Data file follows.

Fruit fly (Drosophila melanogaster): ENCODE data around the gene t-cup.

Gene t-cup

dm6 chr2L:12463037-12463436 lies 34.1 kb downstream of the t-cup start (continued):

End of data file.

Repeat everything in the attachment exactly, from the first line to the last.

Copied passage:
Fruit fly (Drosophila melanogaster): ENCODE data around the gene t-cup.

Gene t-cup

dm6 chr2L:12463037-12463436 lies 34.1 kb downstream of the t-cup start (continued):